-Special Post-In honor of Earth Day this Friday, I’m talking about a bunch of different topics, starting with science writing: one of my favorite kinds! (Maybe I’m nerdy.)

For the last eight years of my life, I did a lot of writing about scientific research. Many people have commented that it must have been horribly boring work, so I want to set the record straight: it was awesome!

One of the coolest things about being a science writer is chatting with excited researchers about what they are most passionate about. They hang out in the lab all day combining chemicals, testing substances, developing, innovating, and trying to solve our problems. And I got to write about it! Come on. How does that not sound cool?

I suppose what turns most people off is the jargon, the cut and dry descriptions, or the long explanations of what a scientist did with their electron microscope or mass spectrometer. But as a science writer, you don’t deal heavily with that stuff. Your job is to communicate to the public, and the vast majority of people just want to know why this research is important to them.

Working for the government, my job was to assure the public that their tax dollars were being used for the greater good of the nation. And the major goal of the research I wrote about was to protect the environment during energy production, from extraction from the ground to the end-user.

A lot of the samples in my portfolio are from that era, so if you’re curious about the stuff a science writer writes about, poke around. My job was to make science accessible, and my background in biology (just one of my degrees) gave me the knowledge of the heavy stuff, while my background in writing (from my English degrees) meant that I could translate it into something readable by a reasonably educated adult.

Back in the game! I’m thrilled that I have been asked by Rachel Rakovan over at Eco Action to jump back into this type of writing. If you click on the Eco Articles link at the top, you can read up on some of the topics I’m discussing, from water scarcity to recycling to, well, anything else that can help the planet. They offer some nifty green products, too, so check those out. Not only will you help keep this little blue planet a bit cleaner, but you can also help protect your skin from harsh chemicals and dyes.

Now for the fun! Legos! Yes, those fun little bricks that you played with as a child are not only going environmentally friendly, but they are also great for developing a scientific mind. Problem solving, architecture, creativity . . . yep, you work on all those and more skills when you play with Legos. One of the scientists who I worked with back in my science writing days, Circe Verba, actually designed a Lego set that features a female geologist: Research Geology. The mini-fig (that’s “tiny Lego person” in their lingo) is active in the field and in the lab, rocking the scientific world with her genius discoveries. Circe and I would both be thrilled if you would vote for the set because Lego determines which sets to make available for purchase by popularity. And just think, you would be supporting a company that cares about the environment, develops toys that stimulate the mind, and provides the opportunity for children to see women in science fields! That’s a whole bunch of good in just one click (and a simple, free profile on their site)! She needs about 6,000 more supporters in roughly 100 days, so share, share, SHARE! (For more info, read my article by clicking https://coriwamsley.com/portfolio/employee-spotlights/ and then selecting the “Circe and Legos article” link.)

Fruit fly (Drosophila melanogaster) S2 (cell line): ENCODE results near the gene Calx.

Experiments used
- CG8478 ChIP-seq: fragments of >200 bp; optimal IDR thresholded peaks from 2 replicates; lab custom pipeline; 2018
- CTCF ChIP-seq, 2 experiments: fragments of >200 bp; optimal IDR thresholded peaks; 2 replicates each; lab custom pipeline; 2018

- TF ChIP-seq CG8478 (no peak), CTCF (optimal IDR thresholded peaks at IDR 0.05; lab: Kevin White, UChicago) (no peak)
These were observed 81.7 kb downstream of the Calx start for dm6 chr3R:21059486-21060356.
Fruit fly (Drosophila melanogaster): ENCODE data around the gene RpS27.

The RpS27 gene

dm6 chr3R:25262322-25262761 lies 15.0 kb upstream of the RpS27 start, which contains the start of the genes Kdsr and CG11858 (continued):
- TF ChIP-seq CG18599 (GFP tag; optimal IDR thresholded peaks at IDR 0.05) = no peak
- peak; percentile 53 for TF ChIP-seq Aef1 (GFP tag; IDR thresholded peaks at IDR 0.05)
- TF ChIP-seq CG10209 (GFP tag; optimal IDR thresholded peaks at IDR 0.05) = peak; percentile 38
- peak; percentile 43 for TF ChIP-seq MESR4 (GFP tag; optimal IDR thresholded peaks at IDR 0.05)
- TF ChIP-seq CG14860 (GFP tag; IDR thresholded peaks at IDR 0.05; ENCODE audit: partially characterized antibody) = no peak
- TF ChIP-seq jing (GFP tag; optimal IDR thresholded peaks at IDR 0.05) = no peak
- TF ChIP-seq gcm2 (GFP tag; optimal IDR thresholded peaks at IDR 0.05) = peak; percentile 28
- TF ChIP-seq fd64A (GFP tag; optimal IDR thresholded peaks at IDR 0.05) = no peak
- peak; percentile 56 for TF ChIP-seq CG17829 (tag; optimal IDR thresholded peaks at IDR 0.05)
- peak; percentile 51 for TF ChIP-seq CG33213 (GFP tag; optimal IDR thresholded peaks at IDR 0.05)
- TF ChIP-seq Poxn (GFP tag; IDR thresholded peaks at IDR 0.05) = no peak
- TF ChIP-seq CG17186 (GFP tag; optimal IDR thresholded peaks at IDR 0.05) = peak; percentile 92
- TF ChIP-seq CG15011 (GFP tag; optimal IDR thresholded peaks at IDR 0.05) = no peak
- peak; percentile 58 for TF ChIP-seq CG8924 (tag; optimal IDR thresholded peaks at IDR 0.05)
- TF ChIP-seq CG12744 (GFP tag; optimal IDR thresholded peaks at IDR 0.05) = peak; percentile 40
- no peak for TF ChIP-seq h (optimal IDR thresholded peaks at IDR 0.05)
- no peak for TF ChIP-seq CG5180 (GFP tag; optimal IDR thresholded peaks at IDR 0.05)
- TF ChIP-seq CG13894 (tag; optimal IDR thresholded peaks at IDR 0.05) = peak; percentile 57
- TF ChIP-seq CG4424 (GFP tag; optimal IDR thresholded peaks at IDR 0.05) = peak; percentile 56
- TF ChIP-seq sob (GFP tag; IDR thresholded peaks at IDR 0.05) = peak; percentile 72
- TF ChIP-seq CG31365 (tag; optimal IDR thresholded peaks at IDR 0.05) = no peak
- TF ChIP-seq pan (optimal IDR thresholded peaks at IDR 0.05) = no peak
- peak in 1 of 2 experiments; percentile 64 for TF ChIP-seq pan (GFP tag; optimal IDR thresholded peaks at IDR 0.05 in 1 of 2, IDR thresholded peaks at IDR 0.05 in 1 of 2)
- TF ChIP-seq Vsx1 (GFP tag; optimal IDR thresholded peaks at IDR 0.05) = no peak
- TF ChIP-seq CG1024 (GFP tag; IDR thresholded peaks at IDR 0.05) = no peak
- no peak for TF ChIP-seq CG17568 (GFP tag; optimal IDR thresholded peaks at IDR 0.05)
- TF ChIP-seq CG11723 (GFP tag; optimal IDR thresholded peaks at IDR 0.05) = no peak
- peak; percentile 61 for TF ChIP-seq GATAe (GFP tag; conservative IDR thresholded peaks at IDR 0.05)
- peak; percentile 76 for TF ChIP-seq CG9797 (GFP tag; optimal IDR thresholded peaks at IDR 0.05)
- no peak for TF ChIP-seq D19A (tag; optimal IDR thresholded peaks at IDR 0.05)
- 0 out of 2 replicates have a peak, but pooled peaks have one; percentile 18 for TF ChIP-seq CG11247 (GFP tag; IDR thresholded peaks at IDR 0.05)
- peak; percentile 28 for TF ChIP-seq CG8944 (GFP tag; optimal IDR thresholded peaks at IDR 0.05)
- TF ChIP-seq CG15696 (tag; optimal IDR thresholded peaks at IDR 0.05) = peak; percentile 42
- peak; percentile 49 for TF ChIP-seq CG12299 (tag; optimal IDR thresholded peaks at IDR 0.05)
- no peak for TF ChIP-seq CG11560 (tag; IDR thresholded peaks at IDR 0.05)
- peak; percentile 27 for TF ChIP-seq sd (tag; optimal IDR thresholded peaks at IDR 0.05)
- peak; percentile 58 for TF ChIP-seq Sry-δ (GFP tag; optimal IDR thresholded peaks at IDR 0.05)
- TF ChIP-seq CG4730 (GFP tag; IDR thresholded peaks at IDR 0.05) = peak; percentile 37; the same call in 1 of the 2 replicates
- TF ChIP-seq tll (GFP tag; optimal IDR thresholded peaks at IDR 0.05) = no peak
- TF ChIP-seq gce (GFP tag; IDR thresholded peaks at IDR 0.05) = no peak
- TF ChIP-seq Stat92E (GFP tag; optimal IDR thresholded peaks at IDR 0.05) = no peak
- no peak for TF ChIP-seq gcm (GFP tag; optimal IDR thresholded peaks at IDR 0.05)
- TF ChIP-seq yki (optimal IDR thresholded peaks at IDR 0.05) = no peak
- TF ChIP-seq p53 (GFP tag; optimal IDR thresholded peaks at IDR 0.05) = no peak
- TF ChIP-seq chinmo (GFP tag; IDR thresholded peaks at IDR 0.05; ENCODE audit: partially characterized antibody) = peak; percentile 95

And for more green fun, check out some of these resources:

That about covers my Earth Day thoughts: science writing, cool scientists, Legos (please vote and share!), oh, and Earth Day itself.

Please consciously think about how you affect our planet! Check your neighborhood bulletins to see exactly what you can and can’t recycle. If you can, use public transportation, or at least combine trips to save gas. Conserve water and electricity. Choose digital over paper. I could go on and on. Love your planet because it’s the only one we have, at least until we can build a giant Tardis to get us to a similar planet. Of course, we must make sure it’s not too near the Death Star. Then again, if we can get ahold of the One Ring . . . or the Elder Wand . . . eh, I should really be directing you to my books instead of pop culture references. Happy Earth Day!

And if you have ideas for writing topics you would like me to cover, please let me know!

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